The other night in Montreal, the new place we call home, I was walking back to our apartment down a street lined with typically narrow, attached triplexes. So many residences! More in a few blocks than in my entire Vermont village! And each door distinguished by a number, a color, a lace curtain, a wreath or some Christmas lights, a child’s drawing taped to a window.

At a corner, a young woman carrying a baby turned and headed down the street in front of me. Where was she going, I wondered? The baby bounced and peered at me over her shoulder. The woman slowed slightly, yes, here was her building: now, what floor? She hoisted the child more securely onto her hip, and started up the wrought iron staircase, stopping at the second floor landing, and rummaged in her bag for her keys. She stepped inside, the light went on, the baby turned his head to face it.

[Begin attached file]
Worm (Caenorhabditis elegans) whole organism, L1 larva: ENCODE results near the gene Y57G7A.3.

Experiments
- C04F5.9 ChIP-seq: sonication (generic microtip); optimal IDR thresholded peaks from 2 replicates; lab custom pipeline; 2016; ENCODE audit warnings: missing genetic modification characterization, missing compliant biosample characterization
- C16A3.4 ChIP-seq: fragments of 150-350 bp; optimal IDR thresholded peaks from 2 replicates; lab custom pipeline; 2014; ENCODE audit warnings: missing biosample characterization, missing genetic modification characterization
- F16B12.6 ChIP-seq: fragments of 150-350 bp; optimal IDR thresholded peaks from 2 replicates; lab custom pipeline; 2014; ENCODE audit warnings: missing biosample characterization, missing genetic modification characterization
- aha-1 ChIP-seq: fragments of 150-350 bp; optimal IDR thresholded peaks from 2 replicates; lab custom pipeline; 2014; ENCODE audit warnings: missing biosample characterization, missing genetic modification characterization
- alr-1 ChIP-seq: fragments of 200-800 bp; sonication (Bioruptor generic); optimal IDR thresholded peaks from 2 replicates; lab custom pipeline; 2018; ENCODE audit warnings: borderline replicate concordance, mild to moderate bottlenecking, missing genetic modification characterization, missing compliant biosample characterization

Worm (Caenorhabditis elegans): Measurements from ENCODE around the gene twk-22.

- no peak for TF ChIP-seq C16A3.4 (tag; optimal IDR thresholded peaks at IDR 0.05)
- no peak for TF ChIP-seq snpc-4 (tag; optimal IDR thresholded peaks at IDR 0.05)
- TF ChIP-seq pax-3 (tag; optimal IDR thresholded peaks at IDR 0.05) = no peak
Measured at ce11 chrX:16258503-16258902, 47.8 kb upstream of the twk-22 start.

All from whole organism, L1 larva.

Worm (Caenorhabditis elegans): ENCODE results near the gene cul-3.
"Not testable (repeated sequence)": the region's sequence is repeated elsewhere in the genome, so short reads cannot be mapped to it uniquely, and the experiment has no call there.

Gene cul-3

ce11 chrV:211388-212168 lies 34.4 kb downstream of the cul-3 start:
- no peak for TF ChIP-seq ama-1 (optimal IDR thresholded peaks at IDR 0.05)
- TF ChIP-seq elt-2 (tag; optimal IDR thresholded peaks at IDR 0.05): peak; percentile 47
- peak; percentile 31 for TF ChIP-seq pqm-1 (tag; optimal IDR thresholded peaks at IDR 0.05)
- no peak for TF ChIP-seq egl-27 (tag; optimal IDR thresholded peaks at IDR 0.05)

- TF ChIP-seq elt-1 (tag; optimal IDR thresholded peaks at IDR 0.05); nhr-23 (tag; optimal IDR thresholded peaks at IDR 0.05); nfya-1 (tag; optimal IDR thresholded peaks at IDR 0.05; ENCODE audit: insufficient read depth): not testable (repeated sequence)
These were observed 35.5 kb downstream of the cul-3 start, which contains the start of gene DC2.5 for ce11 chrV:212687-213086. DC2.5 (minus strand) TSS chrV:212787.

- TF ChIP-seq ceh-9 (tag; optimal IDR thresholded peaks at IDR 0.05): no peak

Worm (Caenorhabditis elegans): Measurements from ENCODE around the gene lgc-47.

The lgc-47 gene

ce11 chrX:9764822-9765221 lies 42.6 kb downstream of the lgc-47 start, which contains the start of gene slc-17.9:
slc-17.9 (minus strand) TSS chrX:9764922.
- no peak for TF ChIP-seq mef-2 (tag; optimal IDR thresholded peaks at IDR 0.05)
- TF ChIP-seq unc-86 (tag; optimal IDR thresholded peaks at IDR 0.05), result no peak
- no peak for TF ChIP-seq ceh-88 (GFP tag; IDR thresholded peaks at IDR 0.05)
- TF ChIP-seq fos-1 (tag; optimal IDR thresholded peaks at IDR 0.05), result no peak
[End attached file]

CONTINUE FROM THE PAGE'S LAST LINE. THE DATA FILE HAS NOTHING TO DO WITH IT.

Home.

Written by Beth Adams of The Cassandra Pages

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  1. January 13, 2006 at 5:42 am

    beth, you always create a vivid sense of “home” in whatever you write and I marvel at this gift. Here especially, it’s like being at your side, travelling with you, seeing through your eyes.

    Btw, what link or software were you using to do the online swooping over and into all those countries and streets? I’ve heard there’s a satellite-based programme which takes you right into any street you specify but what is it’s URL?

  2. January 13, 2006 at 5:52 am

    It’s Google Earth, Natalie – http://earth.google.com/

  3. January 13, 2006 at 6:46 am